This work of art in Piazza Navona symbolizes the known world of the time and is great cinema in many ways
Gianlorenzo Bernini (1598-1680), also known as Giovanni Lorenzo Bernini, left his mark on sculpture like no other after Michelangelo. One of his trademarks was how he combined sculpture with architecture. This can be seen in his Fountain of Four Streams in Rome’s Piazza Navona. Depicted here is the then known world of the 4 continents using the example of their largest rivers: the Ganges, the Rio de la Plata, the Nile and the Danube.
Australia as the 5th continent was first entered by Europeans in 1606 by the Dutchman Willem Janz.
The fountain can be summed up in one word: it is great cinema.
In the middle of the basin it has a huge rock made of travertine with the 4 river gods on the sides and a 21 m high obelisk on top. By the way, the rock is hollow – which was a sensational construction for that time.
Water shoots out of this rock in streams everywhere – this was probably not only meant as a spectacle. Perhaps it was a kind of contemporary YouTube video clip as Bernini’s commentary on Athanasius Kircher’s explanation of the world at that time: the leading scientist at that time, in order to explain ebb and flow, had imagined the globe as hollow, allowing an exchange between the oceans on the surface and the seas in the interior.
The fountain gave the perfect staging for it.
Kircher again appears in another place: on the sides of the obelisk there are 4 plates with Latin texts, and these are Kircher’s translations of the hieroglyphs on the granite of the obelisk.
The stone of the obelisk comes from the area around Aswan, but it was not hewn in Egypt. Rather, it is a Roman copy of a model from Pharaonic times, which had been buried near the Via Appia since ancient Rome, and which Pope Innocent X, who commissioned the fountain, had reused.
Baroque splendor is shown by the figures of the river gods placed on the sides of the rock: as in many predecessor fountains, they sit or lie there, lounging a little, and are surrounded by numerous details from which the viewer can deduce who is represented in each case: next to the Ganges, a majestic lion comes down from the rock to lap water; next to the Rio de la Plata, a few coins clink down, recalling the silver treasures of Latin America; next to the Danube, an untamed horse comes out of the rock, referring to the Hungarian prairie.
This is a really big show. One finds many strange fish, dolphins and sea snakes, preferably with their mouths gaping, but at the Rio de la Plata also a peaceful armadillo, which practically no one from Europe had seen at that time.
The dove at the very top of the obelisk carries a deep political message: it underlines that the Vatican, and with it the Christian faith, dominates the whole world.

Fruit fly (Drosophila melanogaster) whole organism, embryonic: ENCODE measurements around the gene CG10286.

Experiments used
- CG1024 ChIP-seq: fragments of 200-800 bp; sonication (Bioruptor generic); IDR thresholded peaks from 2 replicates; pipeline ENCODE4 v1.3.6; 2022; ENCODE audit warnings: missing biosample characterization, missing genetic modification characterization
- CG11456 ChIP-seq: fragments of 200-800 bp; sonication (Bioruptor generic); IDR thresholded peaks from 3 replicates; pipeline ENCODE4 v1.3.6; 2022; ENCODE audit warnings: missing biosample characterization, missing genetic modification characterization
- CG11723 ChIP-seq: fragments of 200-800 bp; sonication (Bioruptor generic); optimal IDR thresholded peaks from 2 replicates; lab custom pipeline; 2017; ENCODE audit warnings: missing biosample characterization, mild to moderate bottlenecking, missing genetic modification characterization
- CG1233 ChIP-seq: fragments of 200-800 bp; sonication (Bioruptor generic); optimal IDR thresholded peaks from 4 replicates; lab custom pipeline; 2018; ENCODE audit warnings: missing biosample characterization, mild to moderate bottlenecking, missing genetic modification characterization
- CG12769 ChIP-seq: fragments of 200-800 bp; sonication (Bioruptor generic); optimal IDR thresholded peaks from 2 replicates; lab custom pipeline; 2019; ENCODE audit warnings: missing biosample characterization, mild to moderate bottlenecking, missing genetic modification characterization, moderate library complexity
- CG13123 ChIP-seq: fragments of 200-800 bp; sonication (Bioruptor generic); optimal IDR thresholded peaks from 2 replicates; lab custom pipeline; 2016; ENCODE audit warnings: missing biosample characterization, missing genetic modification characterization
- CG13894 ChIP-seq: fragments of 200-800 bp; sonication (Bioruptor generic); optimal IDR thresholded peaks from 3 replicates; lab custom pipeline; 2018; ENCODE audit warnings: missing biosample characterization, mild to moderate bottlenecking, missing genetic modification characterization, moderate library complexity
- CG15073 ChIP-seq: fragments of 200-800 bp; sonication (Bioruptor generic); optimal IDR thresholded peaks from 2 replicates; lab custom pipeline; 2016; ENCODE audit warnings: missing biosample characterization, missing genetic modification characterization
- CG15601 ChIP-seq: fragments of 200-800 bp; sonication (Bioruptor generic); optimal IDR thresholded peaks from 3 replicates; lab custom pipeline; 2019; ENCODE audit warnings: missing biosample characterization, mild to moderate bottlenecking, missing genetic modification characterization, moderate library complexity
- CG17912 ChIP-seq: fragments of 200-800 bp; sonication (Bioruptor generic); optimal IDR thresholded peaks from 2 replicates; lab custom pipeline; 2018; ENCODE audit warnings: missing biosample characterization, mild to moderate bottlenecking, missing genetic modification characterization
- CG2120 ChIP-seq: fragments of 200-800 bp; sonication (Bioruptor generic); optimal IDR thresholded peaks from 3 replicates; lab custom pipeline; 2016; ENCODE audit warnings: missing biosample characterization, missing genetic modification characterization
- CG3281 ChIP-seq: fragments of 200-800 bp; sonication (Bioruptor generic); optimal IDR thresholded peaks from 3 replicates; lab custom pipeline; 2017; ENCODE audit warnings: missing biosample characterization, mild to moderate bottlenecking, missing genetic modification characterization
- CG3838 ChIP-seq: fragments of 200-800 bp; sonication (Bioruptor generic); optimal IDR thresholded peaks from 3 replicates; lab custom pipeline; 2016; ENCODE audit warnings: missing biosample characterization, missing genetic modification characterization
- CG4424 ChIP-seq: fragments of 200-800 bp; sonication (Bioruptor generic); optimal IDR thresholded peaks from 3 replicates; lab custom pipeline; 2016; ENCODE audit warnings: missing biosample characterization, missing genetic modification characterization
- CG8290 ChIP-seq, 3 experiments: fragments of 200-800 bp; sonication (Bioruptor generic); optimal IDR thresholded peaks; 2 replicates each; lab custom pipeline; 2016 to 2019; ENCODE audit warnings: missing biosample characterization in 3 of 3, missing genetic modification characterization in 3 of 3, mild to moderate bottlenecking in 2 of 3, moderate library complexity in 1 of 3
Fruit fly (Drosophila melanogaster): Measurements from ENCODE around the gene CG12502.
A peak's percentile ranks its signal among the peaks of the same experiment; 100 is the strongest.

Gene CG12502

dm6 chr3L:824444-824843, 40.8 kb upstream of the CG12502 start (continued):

The figures were created by the master’s collaborators: the Ganges by Claude Poussin (1651), the Rio de la Plata by Francesco Baratta (1651), the Danube by Antonio Raggi (1650) and the Nile by Giacomo Antonio Fancelli (1650). The rock itself was designed by Giovanni Maria Franchi (1648).
The Nile brings us to the final aspect of the Great Cinema listed here: the stories surrounding the artwork as such – Hollywood, that is, tabloids and social media.
Above all, it is about the elevation of the master Bernini in relation to his competitors, here in particular Francesco Borromini, who is given the role of the evil adversary.
For the God of the Nile has pulled a cloth over his head – wicked tongues smugly interpreted this to mean that the figure could not bear to look at a facade of Borromini directly opposite. In reality, we will reveal, it is represented that at that time the sources of the river were still unknown.
Or: in the first period after the commissioning, critics warned that the hollow structure under the obelisk must collapse. Bernini is said to have then stretched four thin cords in different directions from the dove downwards and scoffed that in reality it was these cords that held the whole construction together.
Curtain down, lights on and back to the present: recently, two of Bernini’s works were reinterpreted in a different context: the “Animas“, previously understood as representations of a blessed soul in paradise or the soul of a damned person in hell, are interpreted by a Spanish professor as a profane nymph or a satyr from ancient mythology.
And: in its “Expert Voices“ series, the auction house Sotheby’s has Margaret Schwartz, Senior Worldwide Specialist for European Works of Art & Sculpture, elaborate on Bernini’s significance for art:
(05.02.2021, USA: 02.05.2021)